Post-Byzantine Churches in Voskopoja and Vithkuqi, Albania

The churches in Voskopoja and Vithkuqi in southeastern Albania are a group of 12 churches built during the 17th and 18th centuries. They are the most authentic evidence of the extraordinary economic development of these two Christian centers during the Ottoman rule in the Balkans. Some of these churches, large in size, represent a new architectural and unique form of domed basilicas. They are the most representative monuments of 17th-18th century ecclesiastical art in the Balkans and are masterpieces of the post-Byzantine style.

The churches’ isolated location makes their conservation a challenge. The surrounding Christian population has greatly declined and a subsequent lack of clergy has resulted in the majority of the churches remaining unused for most of the year. The churches, owned by The Holy Metropolis Church of Korça, Voskopoja and Vithkuqi, and under the responsibility of the Institute of Cultural Monuments, are now mostly visited by professionals and curious tourists.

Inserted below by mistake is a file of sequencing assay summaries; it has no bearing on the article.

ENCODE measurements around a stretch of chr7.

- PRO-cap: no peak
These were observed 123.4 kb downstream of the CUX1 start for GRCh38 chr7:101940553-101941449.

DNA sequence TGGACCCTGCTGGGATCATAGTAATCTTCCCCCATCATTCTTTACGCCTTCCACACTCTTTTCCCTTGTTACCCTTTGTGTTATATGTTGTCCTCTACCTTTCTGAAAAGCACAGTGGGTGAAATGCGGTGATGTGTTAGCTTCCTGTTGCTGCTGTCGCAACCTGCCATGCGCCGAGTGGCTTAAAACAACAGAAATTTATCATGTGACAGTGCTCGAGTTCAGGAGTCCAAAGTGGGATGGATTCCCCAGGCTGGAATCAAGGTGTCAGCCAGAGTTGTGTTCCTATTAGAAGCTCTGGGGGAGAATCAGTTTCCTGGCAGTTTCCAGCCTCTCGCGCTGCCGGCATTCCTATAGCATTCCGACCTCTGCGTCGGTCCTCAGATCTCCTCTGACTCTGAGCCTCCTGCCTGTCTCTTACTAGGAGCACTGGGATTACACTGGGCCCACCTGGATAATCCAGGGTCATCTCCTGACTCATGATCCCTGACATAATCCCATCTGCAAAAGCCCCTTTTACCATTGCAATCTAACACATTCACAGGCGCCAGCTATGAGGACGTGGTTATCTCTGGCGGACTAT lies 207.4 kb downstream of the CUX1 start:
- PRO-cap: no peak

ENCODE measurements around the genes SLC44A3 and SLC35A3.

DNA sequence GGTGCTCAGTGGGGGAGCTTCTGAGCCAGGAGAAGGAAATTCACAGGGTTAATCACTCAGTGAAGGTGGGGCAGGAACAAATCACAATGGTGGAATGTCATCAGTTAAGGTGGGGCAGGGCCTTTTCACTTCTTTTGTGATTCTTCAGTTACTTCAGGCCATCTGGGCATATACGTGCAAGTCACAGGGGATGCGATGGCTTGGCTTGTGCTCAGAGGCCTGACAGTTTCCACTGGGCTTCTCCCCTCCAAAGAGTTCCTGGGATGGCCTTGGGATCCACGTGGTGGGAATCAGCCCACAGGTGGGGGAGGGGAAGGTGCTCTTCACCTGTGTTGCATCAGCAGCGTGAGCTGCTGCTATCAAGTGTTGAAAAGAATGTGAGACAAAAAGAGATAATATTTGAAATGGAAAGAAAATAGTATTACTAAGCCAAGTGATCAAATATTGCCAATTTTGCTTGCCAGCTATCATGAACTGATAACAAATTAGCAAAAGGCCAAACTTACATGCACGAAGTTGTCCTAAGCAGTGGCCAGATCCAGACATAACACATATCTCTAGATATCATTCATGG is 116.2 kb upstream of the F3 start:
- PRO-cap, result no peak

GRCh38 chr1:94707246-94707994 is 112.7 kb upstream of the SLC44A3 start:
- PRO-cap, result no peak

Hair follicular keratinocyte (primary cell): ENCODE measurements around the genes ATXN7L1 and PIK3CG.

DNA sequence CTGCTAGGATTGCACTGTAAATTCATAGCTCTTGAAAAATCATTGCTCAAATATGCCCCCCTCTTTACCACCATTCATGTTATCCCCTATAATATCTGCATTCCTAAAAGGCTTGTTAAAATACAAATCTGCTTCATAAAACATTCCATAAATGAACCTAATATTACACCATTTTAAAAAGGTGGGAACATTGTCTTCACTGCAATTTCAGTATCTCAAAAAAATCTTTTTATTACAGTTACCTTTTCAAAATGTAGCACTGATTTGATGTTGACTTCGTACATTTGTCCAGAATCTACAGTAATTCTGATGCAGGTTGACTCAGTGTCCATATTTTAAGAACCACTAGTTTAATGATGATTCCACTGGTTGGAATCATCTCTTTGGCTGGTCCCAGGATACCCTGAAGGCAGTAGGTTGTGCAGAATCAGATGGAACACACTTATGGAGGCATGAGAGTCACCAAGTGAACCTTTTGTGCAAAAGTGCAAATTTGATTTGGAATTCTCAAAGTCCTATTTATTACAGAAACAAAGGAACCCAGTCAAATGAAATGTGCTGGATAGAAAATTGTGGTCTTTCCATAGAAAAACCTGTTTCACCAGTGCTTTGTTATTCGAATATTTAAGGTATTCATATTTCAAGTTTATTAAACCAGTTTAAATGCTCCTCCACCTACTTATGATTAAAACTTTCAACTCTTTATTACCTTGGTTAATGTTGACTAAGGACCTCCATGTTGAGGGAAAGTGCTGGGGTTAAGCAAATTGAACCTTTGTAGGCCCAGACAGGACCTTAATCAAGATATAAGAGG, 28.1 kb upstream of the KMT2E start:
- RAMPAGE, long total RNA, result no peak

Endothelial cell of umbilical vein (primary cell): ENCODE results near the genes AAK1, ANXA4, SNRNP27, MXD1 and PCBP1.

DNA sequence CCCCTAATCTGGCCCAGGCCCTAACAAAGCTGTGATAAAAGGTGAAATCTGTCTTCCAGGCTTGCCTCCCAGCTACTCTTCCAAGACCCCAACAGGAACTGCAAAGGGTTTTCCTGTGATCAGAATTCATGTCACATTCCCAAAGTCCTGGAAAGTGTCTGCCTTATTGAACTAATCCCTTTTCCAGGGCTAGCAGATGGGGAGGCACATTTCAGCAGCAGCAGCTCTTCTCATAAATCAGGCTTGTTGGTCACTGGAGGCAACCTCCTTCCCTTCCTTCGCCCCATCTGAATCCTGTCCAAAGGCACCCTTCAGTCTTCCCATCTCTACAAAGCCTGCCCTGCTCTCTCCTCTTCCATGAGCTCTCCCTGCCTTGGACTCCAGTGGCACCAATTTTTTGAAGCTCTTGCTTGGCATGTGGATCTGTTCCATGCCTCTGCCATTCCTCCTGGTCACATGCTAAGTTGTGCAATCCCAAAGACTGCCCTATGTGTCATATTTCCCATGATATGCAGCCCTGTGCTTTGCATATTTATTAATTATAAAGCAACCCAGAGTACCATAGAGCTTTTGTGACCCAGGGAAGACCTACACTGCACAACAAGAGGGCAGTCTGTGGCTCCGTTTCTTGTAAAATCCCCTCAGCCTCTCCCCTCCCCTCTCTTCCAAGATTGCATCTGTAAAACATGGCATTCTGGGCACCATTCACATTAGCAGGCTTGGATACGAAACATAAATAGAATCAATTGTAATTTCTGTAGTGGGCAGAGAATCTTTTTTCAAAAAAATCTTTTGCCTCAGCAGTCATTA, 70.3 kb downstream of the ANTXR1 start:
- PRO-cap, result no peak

Post-Byzantine Churches in Voskopoja and Vithkuqi, ALBANIA

War, plundering and natural disasters have seriously damaged these structures. Near the end of the 18th-century, the surrounding villages were attacked and suffered extensive damage. In the First and Second World Wars, several of the churches experienced damage. The monasteries of St. John the Forerunner in Voskopoja and the Apostles Peter and Paul in Vithkuqi were bombed, whilst the churches of St. Nichola and the Dormition of the Virgin in Voskopoja were burned. Earthquakes in 1903, 1930 and 1960 have seriously affected the churches with cracks and missing stones undermining their structural integrity

The nominating organisation, “The Past for the Future” Foundation, has identified several threats to these churches. Water damage and humidity pose a serious threat to the interior wall paintings, especially in those churches which are still missing roofs or windows. The colouration of some of these frescoes has been washed away by direct contact with rain and sunlight. Many of the mural paintings in the ‘fresco’ technique are detached from the walls and are ready to fall down. The theft of artefacts is an enduring problem as none of the churches are secured with cameras or alarms.

The listed Church of Saint George in Shipcka, Voskopoja, was a winner of the Europa Nostra Award in 2011 for its outstanding, holistic conservation which received great support from the local community. The church now faces the threat of theft, due to a complete absence of security features, and highlights the urgency with which these remarkable churches need to be protected.